Is Scotchgard protector worth it for professional carpet cleaners?

The question: I need help with the technical aspects of applying Scotchgard. Can you help?

Bill’s answer: Use the right drying equipment and all is solved. Scotchgard is a proven solution and worth the effort.


Hi Bill and Steve,

I have been cleaning carpets for 16 years now and something I have noticed with the application of a carpet protector is that if you use the Powerforce injection sprayer it leaves the carpets very wet.  (This happens to me even if I turn the machine psi down to 100 psi.)  I love the kick-in-the-pants protector gives my profits.  But even so I have three questions:

1.  Now if I use fans to dry the protector quicker I start blowing dust around that settles on the carpet.  So does this dust bond with the protector?

2.  Also if a powdered cleaning agent is used, many times these cleaning products will revert back to a powder after they dry.  Now normally the vacuuming after the carpets are dry will remove most of this powder residue.  However, if a protector is applied while carpets are still wet, will we still be able to remove the powder with a vacuum or will the protector bond to the powder and seal it in?

3.  I guess I really do not understand the real uses of a protector and what it can and can not do.  Any information or advise would be great.  How do carpet protectors work?

You can never have too much information and  I really enjoy learning new ideas and techniques. Thank you for your time and patience.

Puzzled in Omaha

Bill:  Wow that is a lot of questions in one email. But I will try to answer these and do so before my partner in crime, Steve Toburen, butts in with his snarky and sometimes unreliable technical analysis!

Here is the deal, Puzzled.  All protectors are designed to coat the fiber so that anything that has a higher dynes such as water will not be able to penetrate.  “Dynes” are just a unit of measure that determines the size of a molecule. A fluorochemical has a low dyne number while water or oil has a high number. (Think of a sieve that lets BBs through but won’t let marbles through.)

Longer protector drying time will always be an issue due to the dilution rate of 1-4 with waterbased protector meaning that if you spray a diluted gallon of Scotchgard 80% will be water that is not extracted. To alleviate the wetting issue you could use a solvent based protector (Matrix Fiber Guard) but I think the odor problems with those is worse than the wetting issue. Using a fan such as a DriEaz AirPath keeps the air more on the surface rather than disturbing the dust on tops of furniture. If that dust could mix with the protector is a point I cannot answer with any certainty.

Steve:  Big Billy not sure about a technical question?  Now that is one for the record books!

Bill:  I AM sure some dust does mix with the uncured protector but it will be walked off over time. As for the dirt still remaining on the primary that should still vacuum up because the protector covers the fiber surface not the backing.

Steve:  Puzzled, I gotta say in 20 years in business my company sprayed down 1,000’s of gallons of Scotchgard and I NEVER had one customer complain or even mention your concerns listed above.  So Puzzled, how can I tactfully say that there is a thin line between sincere interest in improving your technical prowess (which is good) and being a seriously obsessive-compulsive personality!  (Which is bad and a non-productive activity!)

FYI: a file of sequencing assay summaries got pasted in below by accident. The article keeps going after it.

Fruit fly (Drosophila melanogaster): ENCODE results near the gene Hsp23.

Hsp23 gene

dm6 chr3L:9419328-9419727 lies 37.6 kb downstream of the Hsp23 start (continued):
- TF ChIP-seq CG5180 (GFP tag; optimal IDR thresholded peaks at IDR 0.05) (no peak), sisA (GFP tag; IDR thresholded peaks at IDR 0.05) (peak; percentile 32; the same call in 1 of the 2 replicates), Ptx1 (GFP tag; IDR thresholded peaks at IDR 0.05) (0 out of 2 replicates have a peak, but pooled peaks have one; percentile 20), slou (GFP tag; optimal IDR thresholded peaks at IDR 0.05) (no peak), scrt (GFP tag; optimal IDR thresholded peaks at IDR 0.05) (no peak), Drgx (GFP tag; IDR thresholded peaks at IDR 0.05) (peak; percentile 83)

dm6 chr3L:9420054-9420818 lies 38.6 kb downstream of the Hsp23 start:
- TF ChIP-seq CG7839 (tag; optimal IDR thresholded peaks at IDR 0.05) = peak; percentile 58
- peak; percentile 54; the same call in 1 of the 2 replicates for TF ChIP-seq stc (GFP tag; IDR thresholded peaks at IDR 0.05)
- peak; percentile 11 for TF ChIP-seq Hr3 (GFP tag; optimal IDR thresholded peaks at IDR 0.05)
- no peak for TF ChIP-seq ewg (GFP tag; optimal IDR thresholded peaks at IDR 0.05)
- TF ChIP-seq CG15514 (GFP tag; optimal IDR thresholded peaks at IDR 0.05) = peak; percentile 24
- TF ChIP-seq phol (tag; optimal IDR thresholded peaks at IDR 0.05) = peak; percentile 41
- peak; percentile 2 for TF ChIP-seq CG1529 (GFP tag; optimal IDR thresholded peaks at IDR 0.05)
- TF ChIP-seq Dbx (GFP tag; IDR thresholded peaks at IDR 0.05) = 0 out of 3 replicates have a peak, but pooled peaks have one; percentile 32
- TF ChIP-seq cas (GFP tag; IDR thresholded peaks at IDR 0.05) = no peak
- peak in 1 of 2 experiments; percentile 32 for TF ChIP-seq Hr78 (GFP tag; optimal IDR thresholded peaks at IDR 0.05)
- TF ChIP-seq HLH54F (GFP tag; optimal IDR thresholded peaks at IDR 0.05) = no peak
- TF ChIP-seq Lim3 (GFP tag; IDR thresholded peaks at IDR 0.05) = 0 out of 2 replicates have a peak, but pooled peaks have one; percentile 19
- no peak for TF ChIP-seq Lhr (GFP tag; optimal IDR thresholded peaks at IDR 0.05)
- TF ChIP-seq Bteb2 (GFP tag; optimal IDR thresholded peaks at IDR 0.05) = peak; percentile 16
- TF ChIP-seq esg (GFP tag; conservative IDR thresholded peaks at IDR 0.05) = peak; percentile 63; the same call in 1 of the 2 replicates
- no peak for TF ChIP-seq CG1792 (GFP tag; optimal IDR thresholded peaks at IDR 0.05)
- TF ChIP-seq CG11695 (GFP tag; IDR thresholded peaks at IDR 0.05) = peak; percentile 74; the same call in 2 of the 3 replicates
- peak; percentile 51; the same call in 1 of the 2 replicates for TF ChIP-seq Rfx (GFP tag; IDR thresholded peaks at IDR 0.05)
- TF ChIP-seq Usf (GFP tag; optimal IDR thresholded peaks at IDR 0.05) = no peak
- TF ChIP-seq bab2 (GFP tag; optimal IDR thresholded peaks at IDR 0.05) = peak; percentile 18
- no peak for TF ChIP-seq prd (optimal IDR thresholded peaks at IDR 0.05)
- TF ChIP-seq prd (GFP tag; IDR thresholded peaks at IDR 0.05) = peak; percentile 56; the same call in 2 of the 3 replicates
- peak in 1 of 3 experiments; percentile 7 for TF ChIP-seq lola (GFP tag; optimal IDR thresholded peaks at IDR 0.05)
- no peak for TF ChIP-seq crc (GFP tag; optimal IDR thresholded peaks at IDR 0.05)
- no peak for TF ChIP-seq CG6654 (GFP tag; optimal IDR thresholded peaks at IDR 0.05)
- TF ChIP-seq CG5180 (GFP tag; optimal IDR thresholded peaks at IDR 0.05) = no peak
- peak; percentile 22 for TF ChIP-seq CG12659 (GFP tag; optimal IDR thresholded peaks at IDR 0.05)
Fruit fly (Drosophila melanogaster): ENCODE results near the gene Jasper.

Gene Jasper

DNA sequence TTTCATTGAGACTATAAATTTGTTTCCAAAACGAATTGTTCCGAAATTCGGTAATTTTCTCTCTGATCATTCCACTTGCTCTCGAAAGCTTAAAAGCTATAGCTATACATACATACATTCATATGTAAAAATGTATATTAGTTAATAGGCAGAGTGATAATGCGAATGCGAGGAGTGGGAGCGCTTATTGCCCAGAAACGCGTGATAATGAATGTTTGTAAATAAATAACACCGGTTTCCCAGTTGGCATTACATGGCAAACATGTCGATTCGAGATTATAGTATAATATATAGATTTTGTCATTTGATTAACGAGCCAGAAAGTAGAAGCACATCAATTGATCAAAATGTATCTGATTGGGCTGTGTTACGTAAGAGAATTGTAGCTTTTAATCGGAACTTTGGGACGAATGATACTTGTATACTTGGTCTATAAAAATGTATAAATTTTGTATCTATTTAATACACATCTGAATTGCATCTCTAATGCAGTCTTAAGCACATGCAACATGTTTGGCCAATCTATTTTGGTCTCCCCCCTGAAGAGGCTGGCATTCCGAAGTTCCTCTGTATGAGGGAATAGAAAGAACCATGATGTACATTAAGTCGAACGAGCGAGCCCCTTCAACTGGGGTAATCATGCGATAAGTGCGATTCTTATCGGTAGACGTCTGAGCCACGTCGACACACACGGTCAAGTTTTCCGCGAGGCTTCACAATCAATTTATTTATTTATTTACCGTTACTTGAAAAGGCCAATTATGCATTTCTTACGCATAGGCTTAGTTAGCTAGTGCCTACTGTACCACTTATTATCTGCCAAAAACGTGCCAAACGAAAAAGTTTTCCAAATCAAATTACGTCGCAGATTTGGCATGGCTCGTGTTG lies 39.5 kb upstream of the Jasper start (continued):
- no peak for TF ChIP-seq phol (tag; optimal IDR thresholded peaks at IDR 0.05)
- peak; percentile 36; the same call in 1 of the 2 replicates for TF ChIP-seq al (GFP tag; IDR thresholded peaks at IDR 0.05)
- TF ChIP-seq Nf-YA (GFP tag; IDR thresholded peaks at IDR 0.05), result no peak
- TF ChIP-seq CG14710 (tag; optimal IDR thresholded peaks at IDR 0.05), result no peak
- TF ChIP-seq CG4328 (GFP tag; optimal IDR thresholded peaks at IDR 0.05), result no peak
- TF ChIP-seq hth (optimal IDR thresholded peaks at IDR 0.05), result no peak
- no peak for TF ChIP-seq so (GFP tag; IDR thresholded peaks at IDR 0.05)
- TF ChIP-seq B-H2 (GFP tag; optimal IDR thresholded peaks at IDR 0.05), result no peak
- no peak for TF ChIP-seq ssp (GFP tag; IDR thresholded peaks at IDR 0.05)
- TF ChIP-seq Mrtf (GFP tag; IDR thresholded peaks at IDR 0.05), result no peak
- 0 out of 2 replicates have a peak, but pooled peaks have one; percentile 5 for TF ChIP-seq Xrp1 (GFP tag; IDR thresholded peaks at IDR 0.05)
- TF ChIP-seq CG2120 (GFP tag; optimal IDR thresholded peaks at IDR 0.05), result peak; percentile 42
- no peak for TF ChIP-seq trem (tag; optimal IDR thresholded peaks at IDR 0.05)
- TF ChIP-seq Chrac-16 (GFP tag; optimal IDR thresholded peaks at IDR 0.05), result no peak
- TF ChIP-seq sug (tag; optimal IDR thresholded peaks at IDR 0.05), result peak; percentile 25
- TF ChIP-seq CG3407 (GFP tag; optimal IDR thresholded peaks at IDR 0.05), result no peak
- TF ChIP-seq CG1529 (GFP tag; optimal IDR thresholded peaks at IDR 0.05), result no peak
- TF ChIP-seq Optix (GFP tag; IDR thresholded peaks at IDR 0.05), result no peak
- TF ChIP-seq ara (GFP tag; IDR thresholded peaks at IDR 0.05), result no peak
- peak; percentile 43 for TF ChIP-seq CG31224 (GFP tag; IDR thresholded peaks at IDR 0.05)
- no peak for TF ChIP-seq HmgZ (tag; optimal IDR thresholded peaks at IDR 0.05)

Bill:  Since when have you ever been “tactful”, Steve?  Seriously, Puzzled, overall the benefits of a protector far outweigh your potential concerns. Thanks for the questions. This proves you have your customer’s best interest at heart and you are to be commended.

5 thoughts on “Is Scotchgard protector worth it for professional carpet cleaners?”

  1. Bill, Steve and Puzzled,

    A couple of thoughts concerning some of Puzzled’s questions. First and foremost, while you “can” apply scotchguard with a powerforce, your truckmount pump may not be very reliable at lower pressures so while it may read 100 psi, you could still have 2 or 3 hundred psi at your powerforce. May I suggest using a pump up or electric Multisprayer for Scotchgard applications.

    As to your question about dust, Scotchgard is designed to dry rather quickly. Combined with lower pressure applications and having dust issues should be alleviated. However, if you constantly have a problem with dust, try educating your customers about dusting prior to your visit or make a quick dusting part of your cleaning routine and price accordingly. You’ll create a very positive moment of truth with your customer and you wont’ have to worry about your drying fans creating issues.

    And some thoughts concerning your powdered cleaners. I’m making a guess that you are referring to powdered detergents. Ideally Scotchgard should be applied following an acidic rinse that removes the detergent residues. In situations were you feel you need an alkaline rinseing agent, try post spraying an acid rinse or run it through your truck for a final rinse and do several dry passes to prepare the fiber for an application of protector. We have also had good success in using oxygen releasing rinse agents like Pro’s Choice Oxygen Release ( followed by an application of protector with out any issues.

  2. David,
    We are always thrilled to read your well-thought out posts. Few in our industry can match your interest in searching out the best products and processes.

    Thanks again,

    Bill Yeadon

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